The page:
Oil Belt Council 1929 - 1932

In September 1928, Stephens County to the north of Eastland County was officially added to the Eastland County Council.   The Council Executive Board met in early February 1929, with P. C. Campbell, Deputy Regional Executive of Dallas, and elected Council officers and board members for the new Council to be named the Oil Belt Council.  They divided the Council into four districts with each district slated to elect their officers later that month.  The Council received its charter as the Oil Belt Council, dated March 22, 1929, and were given the Council Number 89.

Soon after that, the new board set the date for the second summer camp at Camp Martin for July 2 to 14, 1929.

First Six Eagles

The Cisco American reported on June 19, 1930, that four boys would receive the Eagle Award at a Court of Honor in Rising Star. There had been only two previous Eagle Scout awards made in the Oil Belt Council and both of those Scouts were also members of Rising Star Troop 15.  They were Carl Rotramme and Charles Rutherford.  This troop, which was very active at the time, had the honor of having the first six Eagle Scouts in the Council.  The four Scouts receiving their Eagles were Lionell Lee, Weldon Bryant, Russell Day and Charles Bucy.  The paper also noted that Scouts in Cisco and Eastland had almost completed the requirements for Eagle.

Merged

By the fall of 1931, both the Oil Belt Council and the Pecan Valley Council were experiencing financial difficulties as a result of the depression.  When the crunch came in 1929, all of the banks in the towns that held the Oil Belt Councilís money were closed.  So the council struggled to pay its bills. They looked to the Region 9 office in Dallas for some kind of solution to their problems. James P. Fitch, Regional Scout Executive, requested that the  Executive Board members of the two councils meet with him in Cisco, Texas, at the Hilton Hotel (Conrad Hilton's first hotel) to work out a solution.  Members of the two boards met him on February 2, 1932.  Several people from both councils were present.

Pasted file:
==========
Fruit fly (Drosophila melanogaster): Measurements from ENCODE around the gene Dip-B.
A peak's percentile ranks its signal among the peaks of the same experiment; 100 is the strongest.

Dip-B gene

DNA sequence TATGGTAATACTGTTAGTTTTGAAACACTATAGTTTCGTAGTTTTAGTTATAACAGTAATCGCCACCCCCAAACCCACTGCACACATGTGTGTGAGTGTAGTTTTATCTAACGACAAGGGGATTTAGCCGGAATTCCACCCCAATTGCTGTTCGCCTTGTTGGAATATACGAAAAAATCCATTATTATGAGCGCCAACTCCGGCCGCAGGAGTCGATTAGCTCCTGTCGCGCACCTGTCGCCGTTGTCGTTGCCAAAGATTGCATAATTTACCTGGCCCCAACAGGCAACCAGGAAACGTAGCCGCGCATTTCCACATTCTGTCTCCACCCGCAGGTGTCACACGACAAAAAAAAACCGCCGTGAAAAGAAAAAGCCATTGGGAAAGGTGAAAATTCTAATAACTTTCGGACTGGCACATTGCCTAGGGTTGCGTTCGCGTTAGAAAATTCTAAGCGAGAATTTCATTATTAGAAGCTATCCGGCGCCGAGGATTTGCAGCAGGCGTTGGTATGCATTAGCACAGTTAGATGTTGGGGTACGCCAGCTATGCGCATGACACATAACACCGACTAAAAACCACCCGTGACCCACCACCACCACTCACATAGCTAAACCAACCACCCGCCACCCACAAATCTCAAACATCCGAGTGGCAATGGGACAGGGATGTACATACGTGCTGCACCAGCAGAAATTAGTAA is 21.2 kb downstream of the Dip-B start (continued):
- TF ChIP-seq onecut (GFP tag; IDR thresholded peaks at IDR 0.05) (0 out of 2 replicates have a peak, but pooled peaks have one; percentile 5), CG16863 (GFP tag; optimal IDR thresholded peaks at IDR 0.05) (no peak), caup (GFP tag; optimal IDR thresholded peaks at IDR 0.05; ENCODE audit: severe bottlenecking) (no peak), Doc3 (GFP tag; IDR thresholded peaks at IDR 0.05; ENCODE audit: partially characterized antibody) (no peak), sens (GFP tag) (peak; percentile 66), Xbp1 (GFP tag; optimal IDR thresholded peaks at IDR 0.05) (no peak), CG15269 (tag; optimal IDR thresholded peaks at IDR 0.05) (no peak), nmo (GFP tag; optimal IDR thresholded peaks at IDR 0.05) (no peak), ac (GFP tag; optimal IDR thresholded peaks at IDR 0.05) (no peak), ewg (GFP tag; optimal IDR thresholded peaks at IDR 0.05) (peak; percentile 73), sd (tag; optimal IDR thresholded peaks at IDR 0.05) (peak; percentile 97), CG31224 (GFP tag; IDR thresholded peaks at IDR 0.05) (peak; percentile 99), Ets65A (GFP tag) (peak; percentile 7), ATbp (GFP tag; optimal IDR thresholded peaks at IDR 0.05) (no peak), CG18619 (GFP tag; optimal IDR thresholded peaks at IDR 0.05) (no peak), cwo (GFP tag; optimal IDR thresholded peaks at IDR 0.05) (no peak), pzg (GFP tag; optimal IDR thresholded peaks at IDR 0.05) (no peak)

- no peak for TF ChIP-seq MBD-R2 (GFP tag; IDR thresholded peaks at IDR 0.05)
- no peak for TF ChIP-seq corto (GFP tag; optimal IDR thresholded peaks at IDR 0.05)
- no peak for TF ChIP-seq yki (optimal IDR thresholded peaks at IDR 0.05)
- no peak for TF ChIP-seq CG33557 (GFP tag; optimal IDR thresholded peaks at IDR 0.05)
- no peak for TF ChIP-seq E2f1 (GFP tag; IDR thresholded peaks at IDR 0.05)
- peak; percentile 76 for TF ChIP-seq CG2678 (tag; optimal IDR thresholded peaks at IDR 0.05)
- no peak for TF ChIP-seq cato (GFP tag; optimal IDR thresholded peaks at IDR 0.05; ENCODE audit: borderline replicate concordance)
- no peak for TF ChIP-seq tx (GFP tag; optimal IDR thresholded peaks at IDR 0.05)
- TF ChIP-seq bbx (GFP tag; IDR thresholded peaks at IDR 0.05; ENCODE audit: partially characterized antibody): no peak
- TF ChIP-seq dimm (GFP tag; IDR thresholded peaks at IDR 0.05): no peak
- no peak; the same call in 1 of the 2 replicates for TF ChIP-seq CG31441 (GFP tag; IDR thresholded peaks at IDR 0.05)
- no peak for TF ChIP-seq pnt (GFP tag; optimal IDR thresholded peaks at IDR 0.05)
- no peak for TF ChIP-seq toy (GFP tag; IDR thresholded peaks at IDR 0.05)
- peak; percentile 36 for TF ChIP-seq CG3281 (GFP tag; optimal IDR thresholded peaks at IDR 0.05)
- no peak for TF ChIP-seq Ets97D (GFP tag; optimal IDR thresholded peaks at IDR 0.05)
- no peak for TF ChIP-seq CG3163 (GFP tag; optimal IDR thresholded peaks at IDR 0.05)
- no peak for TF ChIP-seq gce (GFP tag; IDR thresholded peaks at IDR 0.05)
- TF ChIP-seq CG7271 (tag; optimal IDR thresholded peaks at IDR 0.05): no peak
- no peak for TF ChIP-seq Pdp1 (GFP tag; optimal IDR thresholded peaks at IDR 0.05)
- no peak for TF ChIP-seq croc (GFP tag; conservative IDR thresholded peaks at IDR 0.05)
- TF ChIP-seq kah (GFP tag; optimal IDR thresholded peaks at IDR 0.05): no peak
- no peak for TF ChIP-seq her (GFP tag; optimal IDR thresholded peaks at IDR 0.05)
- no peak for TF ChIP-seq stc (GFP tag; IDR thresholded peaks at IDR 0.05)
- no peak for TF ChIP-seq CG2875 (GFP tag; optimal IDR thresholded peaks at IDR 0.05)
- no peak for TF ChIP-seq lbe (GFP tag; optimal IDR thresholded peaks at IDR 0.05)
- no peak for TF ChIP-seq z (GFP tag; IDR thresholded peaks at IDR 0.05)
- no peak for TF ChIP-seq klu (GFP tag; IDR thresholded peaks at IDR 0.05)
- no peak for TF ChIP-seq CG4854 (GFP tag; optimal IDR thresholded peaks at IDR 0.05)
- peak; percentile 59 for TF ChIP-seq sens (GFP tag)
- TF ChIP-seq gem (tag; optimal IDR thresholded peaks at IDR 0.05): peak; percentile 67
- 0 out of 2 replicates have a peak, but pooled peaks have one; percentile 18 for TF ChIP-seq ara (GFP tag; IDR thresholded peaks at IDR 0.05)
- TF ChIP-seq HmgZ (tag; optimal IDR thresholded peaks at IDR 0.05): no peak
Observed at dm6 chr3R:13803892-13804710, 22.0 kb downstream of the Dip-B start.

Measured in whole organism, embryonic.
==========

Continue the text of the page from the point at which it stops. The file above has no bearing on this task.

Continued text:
Fitch told the group that they had a couple of options.  The could go on a mail order basis with the regional office at Dallas and do without an executive, or they could merge into one council and have a local executive and office.

They decided the best plan would be to merge and agreed to do that even though they still had to worry about finances.  Each council would be responsible for working out its own indebtedness. The two current executives would remain active and in charge of their current areas until the financial problems were resolved.  Later, they could decide if one or the other executive would be the Scout Executive or hire someone outside of the two councils.  They met again on February 12 at the Chamber of Commerce in Cisco to further work on the merger.

At the second meeting, February 12, 1932, the representatives were able to finalize the details of the merger. They selected  the name Comanche Trail Council , which was suggested by Oswald Daughety, son of Dr. Jewell Daughety the Council President, for the new council.  Guy N. Quirl, Scout Executive of the Oil Belt Council was selected to serve as the Scout Executive of the new council and Cliff Pouncey, Scout Executive of the Pecan Valley Council, was selected to serve as the Assistant Scout Executive.  Guy Quirl moved his family from Eastland to Brownwood by March 1, 1932.

Pouncey resigned from his position in the fall of 1932.  Will Tolbert of Brownwood was employed for two months to help to refinance the new council.

Brownwood offered to continue to provide free office space in the basement of the Brown County Court House, so the office was located in Brownwood, Texas, where it remains today.

By 1931, both the Oil Belt Council and the Pecan Valley Council were experiences financial difficulties due to the depression.  James P. Fitch, Regional Scout Executive, requested that the two Executive Board members of the two councils to meet with him in Cisco, Texas at the Hilton Hotel (Conrad Hilton's first hotel).  Members of the two boards met and agreed to merge into one council in 1932..  The name selected for the new council was the  Guy N. Quirl, Scout Executive of the Oil Belt Council was selected to serve as the Scout Executive of the new council and Cliff Pouncey, Scout Executive of the Pecan Valley Council, selected to serve as the Assistant Scout Executive.  Brownwood offered free office space in the basement of the Brown County Court House so the office was set up in Brownwood, Texas where it remains today.



Material for this page was taken from the book "The Camp Billy Gibbons Story", by Guy N. Quirl and Eldon Sehnert, April, 1989 and "Ninety Years of Service - A History of Comanche Trail Council 1910 - 1999," by Frank T. Hilton.

Last Updated:  June 13, 2003
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